Money the Root of All Prophits

by James C
Summary:

The behavior of businesses is commonly regulated into disclosing information about its internal processes and information. The transparency of their inner workings has allowed activists to pressure them into changing their damaging and unethical behavior. Starting at the end of the 1990s, a movement began toward pressuring corporations in release privilege information about their supplier factories around the globe. The movement was inspired by the idea that disclosure would lead to responsible accountability and better working conditions for offshore factories. To the surprise of the business world, Nike and Levi-Strauss released their supplier lists to the public. The main focus of this paper was to follow these companies from opposition to a complete transparency of their supplier list databases.

Reflections:

I believe that companies do have a responsibility to be ethical and compliant. With that said, not many successful companies are, or do, follow the letter of the law. The business of business is to make money, in whatever means possible. We as consumers, on the other hand, have the choice to recognize these faults or just ignore them while purchasing many of their products on sale.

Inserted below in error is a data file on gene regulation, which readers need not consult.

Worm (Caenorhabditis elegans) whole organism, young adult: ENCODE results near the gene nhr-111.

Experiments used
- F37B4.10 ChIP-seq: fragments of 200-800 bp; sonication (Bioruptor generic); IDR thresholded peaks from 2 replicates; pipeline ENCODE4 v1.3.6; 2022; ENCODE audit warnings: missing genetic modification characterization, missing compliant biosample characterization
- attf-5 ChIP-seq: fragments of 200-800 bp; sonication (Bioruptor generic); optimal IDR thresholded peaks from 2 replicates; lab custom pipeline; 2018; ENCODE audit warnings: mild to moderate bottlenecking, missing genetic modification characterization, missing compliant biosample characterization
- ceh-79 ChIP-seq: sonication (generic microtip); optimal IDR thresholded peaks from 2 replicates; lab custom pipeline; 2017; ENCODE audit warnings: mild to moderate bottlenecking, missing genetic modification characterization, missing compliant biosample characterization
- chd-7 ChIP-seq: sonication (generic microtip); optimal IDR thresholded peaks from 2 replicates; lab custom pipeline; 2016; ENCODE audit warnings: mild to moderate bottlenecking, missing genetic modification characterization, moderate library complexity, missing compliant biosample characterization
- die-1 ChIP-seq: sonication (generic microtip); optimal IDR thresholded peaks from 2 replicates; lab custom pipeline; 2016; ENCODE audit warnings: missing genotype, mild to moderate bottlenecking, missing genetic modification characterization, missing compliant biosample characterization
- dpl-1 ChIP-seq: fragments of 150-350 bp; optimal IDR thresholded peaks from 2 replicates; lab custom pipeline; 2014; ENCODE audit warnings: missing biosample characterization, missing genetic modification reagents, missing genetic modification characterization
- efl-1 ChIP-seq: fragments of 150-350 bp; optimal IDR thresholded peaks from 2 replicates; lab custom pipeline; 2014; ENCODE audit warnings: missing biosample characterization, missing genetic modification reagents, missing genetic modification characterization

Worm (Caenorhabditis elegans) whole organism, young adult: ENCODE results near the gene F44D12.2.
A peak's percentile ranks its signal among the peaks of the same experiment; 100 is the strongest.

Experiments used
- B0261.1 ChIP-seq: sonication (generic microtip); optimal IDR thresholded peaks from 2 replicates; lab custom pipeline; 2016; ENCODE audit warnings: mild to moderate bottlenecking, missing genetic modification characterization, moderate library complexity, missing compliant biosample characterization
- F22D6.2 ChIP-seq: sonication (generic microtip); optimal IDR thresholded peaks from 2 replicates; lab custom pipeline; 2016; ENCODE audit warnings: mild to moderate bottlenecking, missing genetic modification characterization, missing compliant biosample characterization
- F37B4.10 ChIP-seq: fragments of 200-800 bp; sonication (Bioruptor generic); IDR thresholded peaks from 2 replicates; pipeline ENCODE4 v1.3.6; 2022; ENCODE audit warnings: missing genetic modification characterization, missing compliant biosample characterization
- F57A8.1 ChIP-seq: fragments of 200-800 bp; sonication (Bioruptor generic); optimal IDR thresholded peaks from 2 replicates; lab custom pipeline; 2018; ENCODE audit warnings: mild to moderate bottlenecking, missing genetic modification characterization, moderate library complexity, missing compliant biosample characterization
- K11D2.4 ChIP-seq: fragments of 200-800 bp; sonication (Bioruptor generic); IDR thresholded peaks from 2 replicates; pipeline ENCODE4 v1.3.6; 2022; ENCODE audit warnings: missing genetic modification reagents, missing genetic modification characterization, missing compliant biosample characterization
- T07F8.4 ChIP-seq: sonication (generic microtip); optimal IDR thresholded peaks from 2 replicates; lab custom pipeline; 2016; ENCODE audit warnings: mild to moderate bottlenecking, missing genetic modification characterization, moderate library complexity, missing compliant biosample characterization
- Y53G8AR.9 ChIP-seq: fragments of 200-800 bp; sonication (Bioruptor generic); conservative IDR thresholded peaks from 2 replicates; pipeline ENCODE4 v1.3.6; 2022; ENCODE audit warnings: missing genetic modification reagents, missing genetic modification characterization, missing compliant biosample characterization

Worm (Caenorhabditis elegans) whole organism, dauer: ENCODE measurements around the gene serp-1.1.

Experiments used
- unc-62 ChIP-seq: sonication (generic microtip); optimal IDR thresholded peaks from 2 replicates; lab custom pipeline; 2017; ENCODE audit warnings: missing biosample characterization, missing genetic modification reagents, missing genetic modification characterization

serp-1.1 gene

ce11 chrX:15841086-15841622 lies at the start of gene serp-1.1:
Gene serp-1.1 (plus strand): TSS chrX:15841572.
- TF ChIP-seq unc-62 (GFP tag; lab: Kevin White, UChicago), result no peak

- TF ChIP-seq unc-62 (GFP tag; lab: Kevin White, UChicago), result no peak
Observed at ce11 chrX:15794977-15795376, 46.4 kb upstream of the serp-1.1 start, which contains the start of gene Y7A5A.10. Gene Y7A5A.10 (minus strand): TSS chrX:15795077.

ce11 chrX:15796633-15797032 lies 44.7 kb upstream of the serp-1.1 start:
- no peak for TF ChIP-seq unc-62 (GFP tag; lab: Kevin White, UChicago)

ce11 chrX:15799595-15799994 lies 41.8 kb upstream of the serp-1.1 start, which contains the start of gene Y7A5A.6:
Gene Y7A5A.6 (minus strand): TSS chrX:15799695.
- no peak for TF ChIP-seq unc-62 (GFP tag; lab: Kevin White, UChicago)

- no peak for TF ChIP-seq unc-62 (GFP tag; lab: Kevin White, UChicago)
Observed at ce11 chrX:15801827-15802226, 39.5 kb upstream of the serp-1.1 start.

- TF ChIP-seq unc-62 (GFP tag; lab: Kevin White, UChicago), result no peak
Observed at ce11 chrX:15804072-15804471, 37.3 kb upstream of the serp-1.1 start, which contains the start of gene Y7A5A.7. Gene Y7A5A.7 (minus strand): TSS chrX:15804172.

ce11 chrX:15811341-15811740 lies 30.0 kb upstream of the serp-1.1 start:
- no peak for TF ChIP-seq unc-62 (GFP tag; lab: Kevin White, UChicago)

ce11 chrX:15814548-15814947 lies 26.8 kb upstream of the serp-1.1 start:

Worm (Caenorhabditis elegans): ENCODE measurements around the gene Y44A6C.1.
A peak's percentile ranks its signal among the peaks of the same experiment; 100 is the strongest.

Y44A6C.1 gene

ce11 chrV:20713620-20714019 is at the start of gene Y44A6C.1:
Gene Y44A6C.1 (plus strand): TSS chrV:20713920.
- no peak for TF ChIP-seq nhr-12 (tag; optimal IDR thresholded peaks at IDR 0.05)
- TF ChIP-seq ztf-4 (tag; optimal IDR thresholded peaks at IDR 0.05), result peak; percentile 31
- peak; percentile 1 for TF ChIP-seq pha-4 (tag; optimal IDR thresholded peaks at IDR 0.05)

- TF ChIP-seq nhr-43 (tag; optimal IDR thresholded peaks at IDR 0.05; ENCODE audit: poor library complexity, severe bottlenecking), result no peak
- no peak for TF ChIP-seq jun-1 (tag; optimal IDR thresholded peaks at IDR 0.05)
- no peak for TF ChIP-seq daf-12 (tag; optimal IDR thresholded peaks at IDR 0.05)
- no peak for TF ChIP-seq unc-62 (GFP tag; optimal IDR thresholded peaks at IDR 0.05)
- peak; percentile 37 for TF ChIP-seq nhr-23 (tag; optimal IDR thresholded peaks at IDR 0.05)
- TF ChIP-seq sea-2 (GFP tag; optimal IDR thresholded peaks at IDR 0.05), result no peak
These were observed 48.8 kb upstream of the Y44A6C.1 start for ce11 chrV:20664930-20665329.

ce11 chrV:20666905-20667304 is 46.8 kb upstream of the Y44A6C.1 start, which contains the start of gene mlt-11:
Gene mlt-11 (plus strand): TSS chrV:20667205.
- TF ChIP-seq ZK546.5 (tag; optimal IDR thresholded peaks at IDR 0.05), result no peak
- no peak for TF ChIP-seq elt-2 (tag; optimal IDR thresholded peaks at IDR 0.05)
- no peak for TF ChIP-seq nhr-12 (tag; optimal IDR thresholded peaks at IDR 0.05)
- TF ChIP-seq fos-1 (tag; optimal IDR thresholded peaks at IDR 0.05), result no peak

Many of us say that we are just, ethical and responsible. But, how many of us really know the history of some popular companies. Like IBM, for example, aided the Nazis in tracking down German citizens of Jewish descent.

Citations:

Doorey, D. J. (2011). The transparent supply chain: From resistance to implementation at nike and levi-strauss.Journal of Business Ethics, 103(4), 587-587-603. doi:10.1007/s10551-011-0882-1

 

1 thought on “Money the Root of All Prophits”

  1. Wow! I didn’t know IBM did that. But I do agree with you, some companies are completely unethical. We hear it on the news all the time and somehow continue to shop at their stores. But I think it has to do more with the way we are as a society. Its like that saying, “Out of sight, out of mind.” If you think about it, the media goes bananas when some company is found guilty for over-charging its customers (Bank of America), until the next “big one” comes along and takes it’s spotlight. I’m not saying it’s right but that’s where we have to start.

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